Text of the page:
Gene Therapy

∞ generated and posted on 2015.12.29 ∞

Cloning into existing multicellular organisms, particularly for the sake of addressing metabolic insufficiencies.

In Gene Therapy new genes are inserted into the chromosomes of cells, and ideally defective genes are outright replaced with non-defective ones, all towards the goal of addressing medical conditions stemming from the carriage of the defective gene.

The key aspect distinguishing gene therapy from simple gene cloning is that with gene therapy there are multiple cellular targets for this cloning. By contrast, with gene cloning, typically it is sufficient to modify only a single cell, which through reproduction then goes to produce multiple clones.

The vector in gene therapy often are modified viruses. This is the case because, just as with gene cloning via transduction, the viruses are inherently capable of delivering DNA cargo to cells. Through genetic engineering, it is also possible to modify the tropism of viruses so that they target specific cells and tissues.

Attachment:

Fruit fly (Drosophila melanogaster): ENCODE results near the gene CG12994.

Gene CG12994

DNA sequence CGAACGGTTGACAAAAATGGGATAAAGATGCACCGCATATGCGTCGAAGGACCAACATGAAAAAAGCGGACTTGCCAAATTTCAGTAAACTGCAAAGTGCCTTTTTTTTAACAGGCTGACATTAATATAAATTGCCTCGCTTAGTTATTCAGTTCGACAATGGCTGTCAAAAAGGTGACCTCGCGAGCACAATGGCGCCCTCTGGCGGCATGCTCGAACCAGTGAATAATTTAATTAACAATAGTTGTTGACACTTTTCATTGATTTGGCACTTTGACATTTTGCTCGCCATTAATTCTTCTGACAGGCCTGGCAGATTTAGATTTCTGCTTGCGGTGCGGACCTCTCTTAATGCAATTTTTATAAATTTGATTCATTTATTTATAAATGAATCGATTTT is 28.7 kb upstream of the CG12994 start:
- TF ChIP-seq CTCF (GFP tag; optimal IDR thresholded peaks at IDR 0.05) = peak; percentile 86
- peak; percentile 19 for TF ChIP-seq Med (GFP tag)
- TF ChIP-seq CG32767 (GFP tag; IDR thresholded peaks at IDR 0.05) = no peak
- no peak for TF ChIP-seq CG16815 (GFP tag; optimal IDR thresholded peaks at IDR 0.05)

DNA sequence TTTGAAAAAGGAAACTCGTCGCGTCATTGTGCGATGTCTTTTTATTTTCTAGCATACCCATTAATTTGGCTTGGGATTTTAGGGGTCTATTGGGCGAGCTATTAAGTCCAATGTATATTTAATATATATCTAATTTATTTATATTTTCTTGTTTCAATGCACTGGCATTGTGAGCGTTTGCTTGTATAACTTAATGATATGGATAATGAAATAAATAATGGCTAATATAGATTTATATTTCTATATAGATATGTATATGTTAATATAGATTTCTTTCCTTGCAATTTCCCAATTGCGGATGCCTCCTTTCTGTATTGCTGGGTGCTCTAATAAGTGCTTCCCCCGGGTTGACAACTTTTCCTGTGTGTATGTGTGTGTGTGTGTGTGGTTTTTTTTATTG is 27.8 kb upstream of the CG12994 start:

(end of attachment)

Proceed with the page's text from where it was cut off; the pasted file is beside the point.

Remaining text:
The process of gene therapy can take place either in vivo, which is as gene therapy typically is envisaged, or in vitro, which is applicable particularly to cells that can be removed from the body and then returned. The differences is one of safety, with in vitro efforts typically inherently safer than in vivo ones since with the latter the entire body rather than select cells are exposed to the gene therapy vector.

Note that technically DNA vaccines represent a form gene therapy, whether delivered using vectors or instead as naked DNA.